Today, Taz heads up the programming for the RPM and Atom community, while Pat coaches their follow-along daily workouts. Warmup and Workout has become Atom Affiliate, providing their current and future affiliate members with the classic GPP programming and session plans the Barbers’ former company is known for, along with Competitors, Oly, Kids, and Teens programming.

Though Pat has embraced the remote training world, he is adamant that nothing can replace an in-person community, and sees Atom as the perfect hybrid solution for many people, including members of a CrossFit affiliate, who can’t get to the gym five days a week.

“The best thing someone can do for their fitness is find a great affiliate…but what we were finding is there are a lot of people who don’t have access to that. They don’t have access to a good set of gear and they don’t have access to a coach who’s going to lead them through something cool,” Pat said. 

This is where Atom comes in.

“There are three different gear kits that ship to their house, and Monday through Friday you go into the Atom app and I’m coaching a full class—warm-up, skill work, workout, cool down,” Pat said. 

He added: “There’s nothing like it in the market. The closest thing you could say would be Peloton, but this is far more than just a bicycle. And I’m not going to go, ‘Rah, rah, rah, you’re doing great at home.’ Because that’s not real…it’s a much more authentic version of that.”

The big plan currently in the works, Taz explained, is Atom affiliate programming that blends perfectly with the Atom at-home programming for people looking for a hybrid workout experience.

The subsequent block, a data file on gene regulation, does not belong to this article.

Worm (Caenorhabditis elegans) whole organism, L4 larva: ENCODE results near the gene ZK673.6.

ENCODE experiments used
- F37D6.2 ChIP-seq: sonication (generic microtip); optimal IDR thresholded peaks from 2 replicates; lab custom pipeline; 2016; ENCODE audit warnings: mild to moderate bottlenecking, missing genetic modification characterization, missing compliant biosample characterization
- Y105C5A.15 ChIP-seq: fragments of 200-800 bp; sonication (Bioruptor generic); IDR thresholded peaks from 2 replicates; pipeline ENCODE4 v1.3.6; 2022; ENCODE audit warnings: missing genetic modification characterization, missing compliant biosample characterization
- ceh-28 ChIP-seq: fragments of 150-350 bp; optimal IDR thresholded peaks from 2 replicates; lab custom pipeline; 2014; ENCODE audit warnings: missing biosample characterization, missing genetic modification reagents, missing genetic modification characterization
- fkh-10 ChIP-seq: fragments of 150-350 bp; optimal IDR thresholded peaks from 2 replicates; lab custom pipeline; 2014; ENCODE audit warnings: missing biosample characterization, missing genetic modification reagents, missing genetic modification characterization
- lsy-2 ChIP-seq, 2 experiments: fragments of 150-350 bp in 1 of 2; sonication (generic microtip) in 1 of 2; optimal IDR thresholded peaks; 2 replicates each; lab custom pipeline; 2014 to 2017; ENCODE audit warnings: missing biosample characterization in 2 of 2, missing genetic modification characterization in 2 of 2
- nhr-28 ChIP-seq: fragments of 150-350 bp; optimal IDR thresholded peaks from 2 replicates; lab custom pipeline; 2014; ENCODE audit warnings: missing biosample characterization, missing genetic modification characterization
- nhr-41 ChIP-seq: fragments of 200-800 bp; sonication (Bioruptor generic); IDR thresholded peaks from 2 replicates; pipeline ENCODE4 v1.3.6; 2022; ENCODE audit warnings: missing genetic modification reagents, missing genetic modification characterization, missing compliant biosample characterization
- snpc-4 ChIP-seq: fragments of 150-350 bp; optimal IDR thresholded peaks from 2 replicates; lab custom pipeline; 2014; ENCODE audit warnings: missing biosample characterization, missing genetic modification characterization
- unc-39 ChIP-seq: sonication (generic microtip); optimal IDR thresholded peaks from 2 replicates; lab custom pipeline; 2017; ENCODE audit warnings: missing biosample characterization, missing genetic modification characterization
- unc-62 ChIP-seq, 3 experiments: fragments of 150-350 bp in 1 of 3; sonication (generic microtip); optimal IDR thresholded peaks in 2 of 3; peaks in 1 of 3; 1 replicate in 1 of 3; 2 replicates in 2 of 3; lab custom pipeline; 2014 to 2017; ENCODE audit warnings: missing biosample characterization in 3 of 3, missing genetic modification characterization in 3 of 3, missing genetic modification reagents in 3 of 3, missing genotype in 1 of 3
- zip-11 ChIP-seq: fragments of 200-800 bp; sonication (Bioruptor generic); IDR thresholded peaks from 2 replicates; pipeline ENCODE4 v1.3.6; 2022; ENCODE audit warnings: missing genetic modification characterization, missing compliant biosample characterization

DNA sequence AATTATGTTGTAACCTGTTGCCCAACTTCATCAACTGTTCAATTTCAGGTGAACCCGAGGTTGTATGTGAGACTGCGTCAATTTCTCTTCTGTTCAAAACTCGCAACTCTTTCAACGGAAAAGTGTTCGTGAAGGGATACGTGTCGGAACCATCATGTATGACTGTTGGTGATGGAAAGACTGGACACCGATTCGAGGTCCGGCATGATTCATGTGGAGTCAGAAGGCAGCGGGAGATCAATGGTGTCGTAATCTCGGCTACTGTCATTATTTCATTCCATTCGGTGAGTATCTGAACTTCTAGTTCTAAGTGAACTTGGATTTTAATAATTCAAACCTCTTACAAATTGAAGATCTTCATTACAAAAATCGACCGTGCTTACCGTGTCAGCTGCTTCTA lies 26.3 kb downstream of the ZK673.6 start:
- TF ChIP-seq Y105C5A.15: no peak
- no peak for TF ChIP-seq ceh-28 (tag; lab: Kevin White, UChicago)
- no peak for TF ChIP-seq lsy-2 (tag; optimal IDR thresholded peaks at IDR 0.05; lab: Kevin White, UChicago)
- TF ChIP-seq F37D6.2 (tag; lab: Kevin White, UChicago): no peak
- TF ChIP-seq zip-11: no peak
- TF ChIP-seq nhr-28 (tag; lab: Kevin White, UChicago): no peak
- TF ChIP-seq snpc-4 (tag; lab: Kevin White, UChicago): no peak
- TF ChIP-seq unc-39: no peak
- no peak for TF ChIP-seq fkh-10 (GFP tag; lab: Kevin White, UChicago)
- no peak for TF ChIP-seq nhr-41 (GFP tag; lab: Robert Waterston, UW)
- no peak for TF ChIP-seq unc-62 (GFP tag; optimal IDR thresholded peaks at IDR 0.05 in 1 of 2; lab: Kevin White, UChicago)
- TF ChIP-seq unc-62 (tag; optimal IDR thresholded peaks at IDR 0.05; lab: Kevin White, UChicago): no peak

“The affiliate programming will be in sync with the Atom at-home. Because a lot of people don’t want to join a gym when they know they can only attend once or twice a week. But if they’re like, ‘Well I have this program I can do at home, and I can go to the gym to see my friends and community once or twice a week,’…I think that’s a real game changer in the affiliate space,” Taz said. 

The Big Picture

As much as CrossFit has changed since Pat and Taz discovered the sport more than a decade-and-a-half ago, much has also remained the same.

Eighteen years into CrossFit, Pat still does the daily Atom workouts Taz programs, and he even follows along with his own coaching: “I find myself laughing at my dumb jokes…Good dad joke, Pat,” he said, laughing.

One of the biggest keys to their longevity in the sport, the couple agree, is how they have stayed true to classic GPP programming, or what Pat calls “old school CrossFit.”

“We have never strayed from that. And I think that puts us in quite a different space, because a lot of affiliate programming out there is not that (anymore),” Taz explained.

The reason for their loyalty to classic GPP is simple: It’s still the best thing out there for fitness, they said. 

“I can do CrossFit consistently three days a week and maintain a pretty high level of fitness… I can just step into my garage and do it and I know I’m going to get something from it,” Taz said. 

Pat added: “I started as an 18-year-old and I knew nothing and…I haven’t found something better. I have tried to poke holes in it.”

“These words that were written in 2001, I have yet to find a hole I can poke in the program and be like, ‘There’s something better than CrossFit’ when it comes to making people fit relative to the definition we have for fitness being the ability to do whatever you want, whenever you want, for however long you want.”